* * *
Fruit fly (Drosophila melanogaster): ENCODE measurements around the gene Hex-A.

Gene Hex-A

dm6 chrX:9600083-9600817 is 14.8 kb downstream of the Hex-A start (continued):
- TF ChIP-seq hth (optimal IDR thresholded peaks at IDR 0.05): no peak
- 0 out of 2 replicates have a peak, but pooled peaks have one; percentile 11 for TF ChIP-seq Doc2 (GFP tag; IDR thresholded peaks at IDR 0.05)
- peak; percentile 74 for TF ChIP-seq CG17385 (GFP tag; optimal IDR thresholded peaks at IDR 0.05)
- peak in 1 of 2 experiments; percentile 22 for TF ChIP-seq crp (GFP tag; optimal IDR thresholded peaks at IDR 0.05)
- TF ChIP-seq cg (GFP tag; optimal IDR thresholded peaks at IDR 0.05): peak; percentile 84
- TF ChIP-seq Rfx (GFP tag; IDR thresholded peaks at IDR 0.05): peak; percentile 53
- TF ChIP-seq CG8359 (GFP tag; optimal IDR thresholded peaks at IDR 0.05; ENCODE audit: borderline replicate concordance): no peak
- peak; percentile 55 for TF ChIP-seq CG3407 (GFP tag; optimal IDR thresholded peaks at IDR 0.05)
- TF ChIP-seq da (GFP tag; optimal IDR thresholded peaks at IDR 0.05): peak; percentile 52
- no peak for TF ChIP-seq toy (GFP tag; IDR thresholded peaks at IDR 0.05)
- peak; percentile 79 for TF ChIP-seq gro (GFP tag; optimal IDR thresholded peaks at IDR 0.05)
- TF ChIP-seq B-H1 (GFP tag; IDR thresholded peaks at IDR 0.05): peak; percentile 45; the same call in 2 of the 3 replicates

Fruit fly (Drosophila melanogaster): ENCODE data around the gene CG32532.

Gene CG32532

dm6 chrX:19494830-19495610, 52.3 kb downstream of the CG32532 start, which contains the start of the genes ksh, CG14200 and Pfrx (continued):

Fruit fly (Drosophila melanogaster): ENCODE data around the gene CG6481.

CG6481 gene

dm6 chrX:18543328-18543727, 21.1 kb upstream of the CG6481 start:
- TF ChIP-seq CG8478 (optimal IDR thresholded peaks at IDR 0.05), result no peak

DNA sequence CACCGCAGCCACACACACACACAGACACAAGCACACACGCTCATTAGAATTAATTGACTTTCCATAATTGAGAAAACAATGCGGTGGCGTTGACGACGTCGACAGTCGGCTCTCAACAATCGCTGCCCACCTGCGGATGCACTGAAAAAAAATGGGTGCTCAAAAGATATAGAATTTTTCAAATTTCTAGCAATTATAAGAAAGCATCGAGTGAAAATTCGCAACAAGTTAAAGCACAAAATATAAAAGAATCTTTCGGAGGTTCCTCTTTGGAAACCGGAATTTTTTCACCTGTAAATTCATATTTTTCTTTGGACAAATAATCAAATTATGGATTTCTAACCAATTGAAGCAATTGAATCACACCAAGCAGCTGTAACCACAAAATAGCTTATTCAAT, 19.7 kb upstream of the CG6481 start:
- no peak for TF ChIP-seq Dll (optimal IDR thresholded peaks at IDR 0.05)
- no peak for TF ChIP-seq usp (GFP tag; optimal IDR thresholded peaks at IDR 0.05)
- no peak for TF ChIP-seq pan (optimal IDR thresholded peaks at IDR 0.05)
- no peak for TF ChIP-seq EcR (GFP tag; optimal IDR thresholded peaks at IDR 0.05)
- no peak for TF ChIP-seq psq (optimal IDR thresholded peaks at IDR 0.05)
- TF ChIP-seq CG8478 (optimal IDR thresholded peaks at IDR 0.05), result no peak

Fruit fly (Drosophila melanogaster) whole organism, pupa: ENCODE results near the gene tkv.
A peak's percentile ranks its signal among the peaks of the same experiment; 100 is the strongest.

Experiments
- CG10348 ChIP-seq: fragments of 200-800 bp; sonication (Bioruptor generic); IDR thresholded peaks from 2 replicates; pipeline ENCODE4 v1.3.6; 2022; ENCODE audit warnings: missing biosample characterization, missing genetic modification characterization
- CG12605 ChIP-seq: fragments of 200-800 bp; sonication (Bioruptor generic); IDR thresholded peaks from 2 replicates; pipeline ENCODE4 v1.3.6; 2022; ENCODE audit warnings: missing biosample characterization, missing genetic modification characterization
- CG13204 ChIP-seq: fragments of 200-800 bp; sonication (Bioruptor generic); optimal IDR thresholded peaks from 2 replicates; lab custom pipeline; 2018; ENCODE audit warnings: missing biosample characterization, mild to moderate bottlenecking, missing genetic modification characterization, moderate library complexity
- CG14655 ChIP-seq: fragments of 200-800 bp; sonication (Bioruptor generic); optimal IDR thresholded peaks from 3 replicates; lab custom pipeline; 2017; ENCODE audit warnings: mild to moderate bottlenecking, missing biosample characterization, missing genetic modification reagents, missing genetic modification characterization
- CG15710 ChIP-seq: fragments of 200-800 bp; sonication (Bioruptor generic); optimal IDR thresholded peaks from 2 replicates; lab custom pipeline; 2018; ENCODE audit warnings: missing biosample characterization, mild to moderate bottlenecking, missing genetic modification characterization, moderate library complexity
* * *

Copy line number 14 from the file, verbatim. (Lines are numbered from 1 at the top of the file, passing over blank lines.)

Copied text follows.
- peak; percentile 79 for TF ChIP-seq gro (GFP tag; optimal IDR thresholded peaks at IDR 0.05)